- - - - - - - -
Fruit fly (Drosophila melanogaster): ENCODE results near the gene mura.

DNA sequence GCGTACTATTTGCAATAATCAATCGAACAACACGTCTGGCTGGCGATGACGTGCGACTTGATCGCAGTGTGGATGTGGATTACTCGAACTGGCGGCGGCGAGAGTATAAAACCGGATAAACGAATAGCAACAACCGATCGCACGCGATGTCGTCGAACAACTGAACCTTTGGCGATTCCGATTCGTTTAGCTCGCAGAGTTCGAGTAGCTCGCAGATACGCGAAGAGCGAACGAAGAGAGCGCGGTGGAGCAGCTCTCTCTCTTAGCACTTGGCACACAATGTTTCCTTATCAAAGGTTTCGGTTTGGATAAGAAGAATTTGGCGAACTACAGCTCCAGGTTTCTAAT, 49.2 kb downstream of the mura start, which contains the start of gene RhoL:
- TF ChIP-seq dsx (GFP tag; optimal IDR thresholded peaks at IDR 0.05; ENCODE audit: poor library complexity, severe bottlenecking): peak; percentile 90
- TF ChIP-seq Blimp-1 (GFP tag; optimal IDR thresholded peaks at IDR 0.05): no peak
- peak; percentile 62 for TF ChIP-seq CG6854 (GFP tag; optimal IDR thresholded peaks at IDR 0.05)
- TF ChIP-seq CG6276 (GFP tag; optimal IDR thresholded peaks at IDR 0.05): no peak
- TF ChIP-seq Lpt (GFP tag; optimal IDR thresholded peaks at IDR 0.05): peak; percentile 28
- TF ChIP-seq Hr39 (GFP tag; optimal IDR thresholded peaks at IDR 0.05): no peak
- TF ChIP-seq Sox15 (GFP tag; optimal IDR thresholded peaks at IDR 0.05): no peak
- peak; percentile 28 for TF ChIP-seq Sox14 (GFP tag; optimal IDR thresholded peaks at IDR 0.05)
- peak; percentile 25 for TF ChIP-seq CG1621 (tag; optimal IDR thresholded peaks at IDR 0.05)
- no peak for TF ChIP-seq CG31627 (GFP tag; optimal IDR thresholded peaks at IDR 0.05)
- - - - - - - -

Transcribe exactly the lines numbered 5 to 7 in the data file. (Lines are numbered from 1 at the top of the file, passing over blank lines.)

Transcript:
- peak; percentile 62 for TF ChIP-seq CG6854 (GFP tag; optimal IDR thresholded peaks at IDR 0.05)
- TF ChIP-seq CG6276 (GFP tag; optimal IDR thresholded peaks at IDR 0.05): no peak
- TF ChIP-seq Lpt (GFP tag; optimal IDR thresholded peaks at IDR 0.05): peak; percentile 28